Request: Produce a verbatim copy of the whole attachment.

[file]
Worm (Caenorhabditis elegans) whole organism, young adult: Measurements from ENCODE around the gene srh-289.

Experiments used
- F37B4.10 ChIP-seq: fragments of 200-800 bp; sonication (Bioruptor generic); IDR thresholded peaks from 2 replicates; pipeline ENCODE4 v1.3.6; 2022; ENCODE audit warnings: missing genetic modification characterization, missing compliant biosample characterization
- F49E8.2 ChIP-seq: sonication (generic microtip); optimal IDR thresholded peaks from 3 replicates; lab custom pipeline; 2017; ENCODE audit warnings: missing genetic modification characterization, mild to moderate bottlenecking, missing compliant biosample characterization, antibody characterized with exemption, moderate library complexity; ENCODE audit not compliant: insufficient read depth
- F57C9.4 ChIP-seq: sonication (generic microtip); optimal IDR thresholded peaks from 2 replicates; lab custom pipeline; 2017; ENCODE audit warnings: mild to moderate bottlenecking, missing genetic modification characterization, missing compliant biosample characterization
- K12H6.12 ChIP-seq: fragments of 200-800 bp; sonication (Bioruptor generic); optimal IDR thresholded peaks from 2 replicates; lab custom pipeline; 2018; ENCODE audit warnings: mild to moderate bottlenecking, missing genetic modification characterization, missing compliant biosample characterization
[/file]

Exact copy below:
Worm (Caenorhabditis elegans) whole organism, young adult: Measurements from ENCODE around the gene srh-289.

Experiments used
- F37B4.10 ChIP-seq: fragments of 200-800 bp; sonication (Bioruptor generic); IDR thresholded peaks from 2 replicates; pipeline ENCODE4 v1.3.6; 2022; ENCODE audit warnings: missing genetic modification characterization, missing compliant biosample characterization
- F49E8.2 ChIP-seq: sonication (generic microtip); optimal IDR thresholded peaks from 3 replicates; lab custom pipeline; 2017; ENCODE audit warnings: missing genetic modification characterization, mild to moderate bottlenecking, missing compliant biosample characterization, antibody characterized with exemption, moderate library complexity; ENCODE audit not compliant: insufficient read depth
- F57C9.4 ChIP-seq: sonication (generic microtip); optimal IDR thresholded peaks from 2 replicates; lab custom pipeline; 2017; ENCODE audit warnings: mild to moderate bottlenecking, missing genetic modification characterization, missing compliant biosample characterization
- K12H6.12 ChIP-seq: fragments of 200-800 bp; sonication (Bioruptor generic); optimal IDR thresholded peaks from 2 replicates; lab custom pipeline; 2018; ENCODE audit warnings: mild to moderate bottlenecking, missing genetic modification characterization, missing compliant biosample characterization